The U.S. Chamber of Commerce and the South Carolina Chamber of Commerce challenged the NLRB’s rule. On April 13, 2012 (perhaps Friday the 13th from the NLRB’s perspective), the federal judge in that South Carolina case ruled that the NLRB’s entire posting rule is invalid, finding the NLRB exceeded its authority when it required employers to post notices explaining workers’ rights to form a union. In his ruling, the South Carolina federal judge said the NLRB lacked the legal authority to issue the notice and thus the rule was not lawful. “Based on the statutory scheme, legislative history, history of evolving congressional regulation in the area, and a consideration of other federal labor statutes, the court finds that Congress did not intend to impose a notice-posting obligation on employers, nor did it explicitly or implicitly delegate authority to the Board to regulate employers in this manner,” the court ruled.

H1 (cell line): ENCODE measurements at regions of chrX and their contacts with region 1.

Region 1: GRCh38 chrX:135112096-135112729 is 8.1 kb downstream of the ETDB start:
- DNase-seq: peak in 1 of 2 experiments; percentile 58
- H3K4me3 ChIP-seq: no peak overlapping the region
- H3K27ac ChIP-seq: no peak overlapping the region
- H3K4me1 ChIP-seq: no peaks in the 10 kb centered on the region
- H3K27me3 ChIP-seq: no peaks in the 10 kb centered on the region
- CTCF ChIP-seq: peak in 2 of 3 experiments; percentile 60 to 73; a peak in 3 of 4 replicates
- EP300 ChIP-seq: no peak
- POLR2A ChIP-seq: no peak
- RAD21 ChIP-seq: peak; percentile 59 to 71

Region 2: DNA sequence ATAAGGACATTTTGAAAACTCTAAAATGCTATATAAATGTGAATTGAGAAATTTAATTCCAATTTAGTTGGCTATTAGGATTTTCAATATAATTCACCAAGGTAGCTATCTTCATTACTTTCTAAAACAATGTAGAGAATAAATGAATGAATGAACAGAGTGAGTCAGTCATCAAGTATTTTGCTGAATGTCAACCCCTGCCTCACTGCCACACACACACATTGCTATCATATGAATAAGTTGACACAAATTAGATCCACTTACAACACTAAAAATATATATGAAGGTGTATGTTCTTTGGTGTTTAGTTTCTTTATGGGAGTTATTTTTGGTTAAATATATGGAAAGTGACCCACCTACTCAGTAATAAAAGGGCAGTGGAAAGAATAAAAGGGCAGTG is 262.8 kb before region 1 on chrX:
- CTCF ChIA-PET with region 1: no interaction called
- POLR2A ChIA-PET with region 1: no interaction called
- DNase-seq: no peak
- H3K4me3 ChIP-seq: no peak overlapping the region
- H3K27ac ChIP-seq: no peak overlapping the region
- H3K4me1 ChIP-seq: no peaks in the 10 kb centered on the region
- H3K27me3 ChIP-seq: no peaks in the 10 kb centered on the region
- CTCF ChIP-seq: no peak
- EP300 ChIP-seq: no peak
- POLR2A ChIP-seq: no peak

Many labor law professionals feel that the NLRB has become overly aggressive in supporting and expanding union rights during the Obama administration. This sentiment is especially strong in a conservative state like South Carolina, which also was at the center of a now-settled dispute between the NLRB and Boeing over Boeing’s decision to move production of its 787 Dreamliner airplane from Washington State to South Carolina. The South Carolina federal judge appears to agree that the NLRB is becoming overly aggressive, stating, “The Board also went seventy-five years without promulgating a notice-posting rule, but it has now decided to flex its newly-discovered rulemaking muscles.” A copy of the South Carolina decision is here. Its authority is technically legally limited to that particular court, but because of its import we expect it to have an effect nationally as the NLRB seeks to regroup and rethink what it will do. If the NLRB does not appeal the South Carolina court’s decision, the ruling will stand and, from a practical perspective the posting requirement will be invalidated nationally. But most pundits anticipate that the NLRB will file an appeal over the South Carolina decision.